When it comes to saving for your child’s post-secondary education (PSE), nothing is as easy and convenient as a registered education savings plan (RESP). An RESP is a savings plan that helps Canadians save, tax free, for their child’s PSE. Through an RESP you can contribute $2,500 annually, up to a lifetime maximum of $50,000.
To help make savings for their PSE even easier, the Federal Government, through the Canada Education Savings Grant (CESG), will match 20% of any RESP contributions until the recipient reaches the age of 17. If you deposit the annual maximum of $2,500, the government will give you $500.00 in free money. The lifetime maximum of the CESG is $7,200.
When the beneficiary of the RESP is ready to attend an approved post-secondary school, they can start withdrawing money from the RESP. But what happens to all that money you tucked away in an RESP if your child decides they don’t want to continue their PSE?
RESP Penalties and Taxes
If your child decides not to continue on with their studies after high school, you can take a wait-and-see approach. RESP accounts can stay open for up to 35 years. If you are certain the beneficiary is not going to use the money in the future, you can actually transfer the money to another sibling. You may also be able to transfer the money to an RRSP.
If none of these options are possible or if the child ends up leaving school early, the RESP account will be closed or collapsed. Unfortunately, this will entail some penalties and taxes.
This is what will happen to the money in the RESP when it closes:
All contributions will be returned to you. You do not have to pay tax on any contributions that are withdrawn.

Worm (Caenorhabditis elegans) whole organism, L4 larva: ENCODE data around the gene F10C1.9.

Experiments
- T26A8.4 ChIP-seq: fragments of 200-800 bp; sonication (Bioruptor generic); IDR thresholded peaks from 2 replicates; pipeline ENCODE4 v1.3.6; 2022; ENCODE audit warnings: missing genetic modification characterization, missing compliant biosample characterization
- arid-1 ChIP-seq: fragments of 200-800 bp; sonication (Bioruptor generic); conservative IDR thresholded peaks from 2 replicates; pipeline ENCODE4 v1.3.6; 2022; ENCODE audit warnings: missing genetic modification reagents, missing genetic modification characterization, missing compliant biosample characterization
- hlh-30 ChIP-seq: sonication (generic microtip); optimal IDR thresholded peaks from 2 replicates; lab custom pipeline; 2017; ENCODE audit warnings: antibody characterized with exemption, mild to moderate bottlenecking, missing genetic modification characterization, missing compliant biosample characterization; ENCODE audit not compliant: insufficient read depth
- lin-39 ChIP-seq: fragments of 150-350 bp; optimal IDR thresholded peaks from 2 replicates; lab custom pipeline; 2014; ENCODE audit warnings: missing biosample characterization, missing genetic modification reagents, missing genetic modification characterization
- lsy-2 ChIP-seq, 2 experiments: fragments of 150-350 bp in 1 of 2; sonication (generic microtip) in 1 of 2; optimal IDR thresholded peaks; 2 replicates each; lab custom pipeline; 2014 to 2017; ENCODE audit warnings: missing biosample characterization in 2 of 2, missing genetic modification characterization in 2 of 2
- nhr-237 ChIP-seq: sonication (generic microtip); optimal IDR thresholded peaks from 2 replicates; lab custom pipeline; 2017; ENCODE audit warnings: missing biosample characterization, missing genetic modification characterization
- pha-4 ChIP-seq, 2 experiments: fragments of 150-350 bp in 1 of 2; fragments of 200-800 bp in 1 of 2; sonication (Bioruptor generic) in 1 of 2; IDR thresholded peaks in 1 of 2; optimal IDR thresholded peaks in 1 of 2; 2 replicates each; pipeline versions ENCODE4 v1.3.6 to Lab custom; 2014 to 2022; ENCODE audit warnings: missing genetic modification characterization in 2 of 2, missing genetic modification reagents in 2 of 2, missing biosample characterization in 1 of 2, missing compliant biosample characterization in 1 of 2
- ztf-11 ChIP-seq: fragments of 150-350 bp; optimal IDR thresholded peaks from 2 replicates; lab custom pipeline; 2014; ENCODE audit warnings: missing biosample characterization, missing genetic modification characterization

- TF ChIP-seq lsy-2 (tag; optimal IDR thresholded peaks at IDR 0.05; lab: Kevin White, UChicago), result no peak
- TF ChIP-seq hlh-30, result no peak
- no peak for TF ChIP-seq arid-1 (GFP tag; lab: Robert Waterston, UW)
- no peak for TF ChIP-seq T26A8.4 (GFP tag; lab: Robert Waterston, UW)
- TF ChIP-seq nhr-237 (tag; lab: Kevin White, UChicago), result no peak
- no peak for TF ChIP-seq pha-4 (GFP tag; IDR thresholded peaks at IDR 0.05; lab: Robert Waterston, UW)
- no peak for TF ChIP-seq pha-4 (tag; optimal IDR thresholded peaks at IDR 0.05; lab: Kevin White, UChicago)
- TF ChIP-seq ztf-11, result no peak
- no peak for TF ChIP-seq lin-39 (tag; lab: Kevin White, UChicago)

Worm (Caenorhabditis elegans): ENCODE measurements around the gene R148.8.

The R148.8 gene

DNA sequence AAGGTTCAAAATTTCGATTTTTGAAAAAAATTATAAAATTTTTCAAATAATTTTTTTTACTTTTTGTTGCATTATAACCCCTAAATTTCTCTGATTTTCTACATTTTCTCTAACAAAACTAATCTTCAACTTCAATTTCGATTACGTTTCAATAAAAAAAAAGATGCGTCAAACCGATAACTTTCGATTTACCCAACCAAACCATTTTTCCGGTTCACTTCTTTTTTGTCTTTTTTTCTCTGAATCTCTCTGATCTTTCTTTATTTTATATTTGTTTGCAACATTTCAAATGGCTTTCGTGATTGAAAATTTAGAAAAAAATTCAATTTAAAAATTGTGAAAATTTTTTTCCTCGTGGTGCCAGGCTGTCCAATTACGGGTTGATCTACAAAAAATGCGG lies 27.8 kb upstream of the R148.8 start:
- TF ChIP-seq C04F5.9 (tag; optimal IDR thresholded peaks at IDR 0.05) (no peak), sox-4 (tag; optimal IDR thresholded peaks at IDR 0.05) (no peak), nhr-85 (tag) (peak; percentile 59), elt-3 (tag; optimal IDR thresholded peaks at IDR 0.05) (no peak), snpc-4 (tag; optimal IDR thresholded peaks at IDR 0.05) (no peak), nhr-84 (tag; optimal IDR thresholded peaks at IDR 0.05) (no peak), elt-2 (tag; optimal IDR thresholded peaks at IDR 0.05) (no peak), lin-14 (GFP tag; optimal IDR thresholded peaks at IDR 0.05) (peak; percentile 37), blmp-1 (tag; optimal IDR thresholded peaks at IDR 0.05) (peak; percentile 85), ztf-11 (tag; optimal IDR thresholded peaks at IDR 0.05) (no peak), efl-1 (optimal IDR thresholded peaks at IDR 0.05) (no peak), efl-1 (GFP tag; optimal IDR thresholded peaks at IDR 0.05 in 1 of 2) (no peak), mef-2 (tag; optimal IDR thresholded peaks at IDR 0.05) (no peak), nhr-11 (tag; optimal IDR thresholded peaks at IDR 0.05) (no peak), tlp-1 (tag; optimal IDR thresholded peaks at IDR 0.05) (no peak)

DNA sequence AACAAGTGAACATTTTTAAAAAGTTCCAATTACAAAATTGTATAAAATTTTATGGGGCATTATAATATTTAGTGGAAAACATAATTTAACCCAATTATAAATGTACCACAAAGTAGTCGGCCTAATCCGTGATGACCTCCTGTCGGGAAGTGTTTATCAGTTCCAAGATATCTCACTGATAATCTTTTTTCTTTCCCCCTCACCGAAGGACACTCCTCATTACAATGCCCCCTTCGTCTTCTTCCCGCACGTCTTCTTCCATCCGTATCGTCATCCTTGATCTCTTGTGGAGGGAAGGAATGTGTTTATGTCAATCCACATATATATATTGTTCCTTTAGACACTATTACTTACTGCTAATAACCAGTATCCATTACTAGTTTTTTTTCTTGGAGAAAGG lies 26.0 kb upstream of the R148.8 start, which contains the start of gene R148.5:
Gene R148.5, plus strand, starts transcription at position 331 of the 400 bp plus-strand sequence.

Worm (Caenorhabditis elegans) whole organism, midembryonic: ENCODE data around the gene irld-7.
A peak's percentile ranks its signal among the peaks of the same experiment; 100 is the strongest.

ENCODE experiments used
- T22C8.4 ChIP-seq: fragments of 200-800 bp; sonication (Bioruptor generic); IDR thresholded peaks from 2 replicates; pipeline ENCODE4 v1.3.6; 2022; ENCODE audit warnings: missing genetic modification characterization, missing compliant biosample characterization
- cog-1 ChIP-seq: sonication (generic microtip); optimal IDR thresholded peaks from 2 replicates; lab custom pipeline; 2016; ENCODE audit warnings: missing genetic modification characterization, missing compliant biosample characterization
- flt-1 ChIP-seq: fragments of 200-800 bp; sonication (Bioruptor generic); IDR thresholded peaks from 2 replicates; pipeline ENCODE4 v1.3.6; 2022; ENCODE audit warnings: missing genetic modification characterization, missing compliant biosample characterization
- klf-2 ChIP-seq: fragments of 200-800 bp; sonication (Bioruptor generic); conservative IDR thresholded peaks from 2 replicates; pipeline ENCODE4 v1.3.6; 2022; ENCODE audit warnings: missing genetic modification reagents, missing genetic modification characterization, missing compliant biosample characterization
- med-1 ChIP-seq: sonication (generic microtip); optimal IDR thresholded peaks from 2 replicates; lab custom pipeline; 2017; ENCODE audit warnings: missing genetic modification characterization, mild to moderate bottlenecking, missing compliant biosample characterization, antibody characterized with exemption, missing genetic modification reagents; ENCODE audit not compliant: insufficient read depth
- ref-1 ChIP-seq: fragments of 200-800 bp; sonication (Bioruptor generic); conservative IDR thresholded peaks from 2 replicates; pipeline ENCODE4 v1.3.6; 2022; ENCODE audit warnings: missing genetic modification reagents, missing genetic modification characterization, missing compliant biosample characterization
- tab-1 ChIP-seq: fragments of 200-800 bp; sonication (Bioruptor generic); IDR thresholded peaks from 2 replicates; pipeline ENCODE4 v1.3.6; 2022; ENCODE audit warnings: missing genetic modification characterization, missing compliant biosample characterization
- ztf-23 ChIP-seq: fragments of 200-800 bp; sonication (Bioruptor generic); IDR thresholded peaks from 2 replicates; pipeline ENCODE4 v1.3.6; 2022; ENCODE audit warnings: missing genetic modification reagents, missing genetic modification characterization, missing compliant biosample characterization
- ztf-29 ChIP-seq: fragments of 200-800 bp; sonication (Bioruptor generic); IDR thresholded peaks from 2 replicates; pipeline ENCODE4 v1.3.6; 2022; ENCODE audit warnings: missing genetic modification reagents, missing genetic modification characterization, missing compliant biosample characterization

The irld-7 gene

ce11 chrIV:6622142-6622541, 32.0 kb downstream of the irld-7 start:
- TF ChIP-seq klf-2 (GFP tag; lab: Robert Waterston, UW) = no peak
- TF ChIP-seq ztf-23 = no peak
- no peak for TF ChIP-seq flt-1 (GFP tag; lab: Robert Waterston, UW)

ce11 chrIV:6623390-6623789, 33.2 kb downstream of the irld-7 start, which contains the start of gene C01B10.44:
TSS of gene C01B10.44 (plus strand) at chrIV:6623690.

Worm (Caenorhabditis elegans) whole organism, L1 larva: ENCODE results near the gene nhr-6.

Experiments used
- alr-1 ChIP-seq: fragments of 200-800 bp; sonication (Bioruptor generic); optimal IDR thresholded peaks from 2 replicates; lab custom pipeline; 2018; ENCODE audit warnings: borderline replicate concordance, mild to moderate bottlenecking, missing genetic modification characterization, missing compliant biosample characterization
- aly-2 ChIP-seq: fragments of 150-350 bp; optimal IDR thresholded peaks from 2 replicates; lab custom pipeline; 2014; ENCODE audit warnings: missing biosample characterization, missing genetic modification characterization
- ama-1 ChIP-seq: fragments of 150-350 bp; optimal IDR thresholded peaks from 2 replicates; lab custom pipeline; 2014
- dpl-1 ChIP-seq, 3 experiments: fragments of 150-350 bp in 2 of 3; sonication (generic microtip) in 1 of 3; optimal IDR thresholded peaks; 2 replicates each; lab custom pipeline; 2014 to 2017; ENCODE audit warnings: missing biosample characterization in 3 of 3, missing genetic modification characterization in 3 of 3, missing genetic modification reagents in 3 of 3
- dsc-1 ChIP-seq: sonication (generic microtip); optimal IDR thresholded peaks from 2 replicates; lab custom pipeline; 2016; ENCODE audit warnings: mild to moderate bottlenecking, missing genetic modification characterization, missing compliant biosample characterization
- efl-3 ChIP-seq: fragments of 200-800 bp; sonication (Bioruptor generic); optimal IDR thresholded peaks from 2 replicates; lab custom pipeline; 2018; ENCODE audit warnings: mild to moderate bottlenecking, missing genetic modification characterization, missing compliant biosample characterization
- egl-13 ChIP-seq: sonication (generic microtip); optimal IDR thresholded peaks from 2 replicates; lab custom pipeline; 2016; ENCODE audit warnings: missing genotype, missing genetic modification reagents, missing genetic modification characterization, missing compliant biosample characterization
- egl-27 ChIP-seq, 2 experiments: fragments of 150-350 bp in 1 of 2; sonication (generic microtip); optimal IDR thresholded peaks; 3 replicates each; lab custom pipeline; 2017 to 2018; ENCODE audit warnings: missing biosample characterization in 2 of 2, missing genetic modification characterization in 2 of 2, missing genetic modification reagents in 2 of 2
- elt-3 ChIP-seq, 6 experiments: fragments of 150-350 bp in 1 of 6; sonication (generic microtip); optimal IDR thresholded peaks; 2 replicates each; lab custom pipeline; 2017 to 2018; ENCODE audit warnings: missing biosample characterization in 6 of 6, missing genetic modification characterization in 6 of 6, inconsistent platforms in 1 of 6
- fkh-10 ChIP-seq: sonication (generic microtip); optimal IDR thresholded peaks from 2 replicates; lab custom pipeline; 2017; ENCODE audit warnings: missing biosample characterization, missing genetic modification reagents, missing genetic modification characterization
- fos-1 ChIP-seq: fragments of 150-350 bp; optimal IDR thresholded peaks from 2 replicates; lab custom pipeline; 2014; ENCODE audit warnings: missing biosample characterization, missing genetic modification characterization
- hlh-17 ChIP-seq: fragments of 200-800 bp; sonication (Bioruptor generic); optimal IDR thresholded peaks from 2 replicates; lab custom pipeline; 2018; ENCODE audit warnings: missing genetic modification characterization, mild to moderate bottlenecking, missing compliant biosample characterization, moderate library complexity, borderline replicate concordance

Federal and Provincial Government Grants
The CESG can be shared with siblings if there is grant room available in their RESPs. Otherwise, the grant must be returned to the government. That money can only be used to pay for a PSE.
Any money that is not contributed to the RESP is considered to be accumulated income. In the case of grants, the money is returned to the Canadian government. Investment earnings come from capital gains, interest, and dividends earned in the account.
The plan subscriber has to pay tax on any investment earnings taken out of the RESP plus a 20% tax withholding penalty. In Quebec the income tax penalty is 12%.
Avoiding the 20% Tax Withholding Penalty
There is an easy way to avoid the 20% tax withholding penalty (or 12% if you are a resident of Quebec). All you need to do is contribute the accumulated income amount to your RRSP (or your spouse’s RRSP) if there is unused contribution room. In doing this, you can avoid the tax withholding penalty and defer any income taxes that would have been otherwise due on the payment. Or, if the child has any sisters or brothers, the money can be transferred to their account.
GRESP, Helping Canadians Save for their Child’s PSE
The experienced Dealing Representatives at Global RESP Corporation (GRESP) are dedicated professionals who specialize in RESPs. They can help you develop a financial plan that meets your child’s PSE needs. As financial professionals, their goal is to help Canadian families develop a financial plan that meet’s your child’s PSE needs.
GRESP is one of the fastest-growing companies in the RESP industry, with offices in British Columbia, Alberta, Ontario and Quebec, and hundreds of independent representatives across the country.
In addition to helping set up the RESP and manage it, GRESP Dealing Representatives can also help you decide—when the time comes—how much money you should withdraw and when.
To learn more about opening an RESP, talk to a Global RESP Corporation dealing representative in your area. Or fill out a form, and a Global RESP Corporation dealing representative will contact you at your earliest convenience.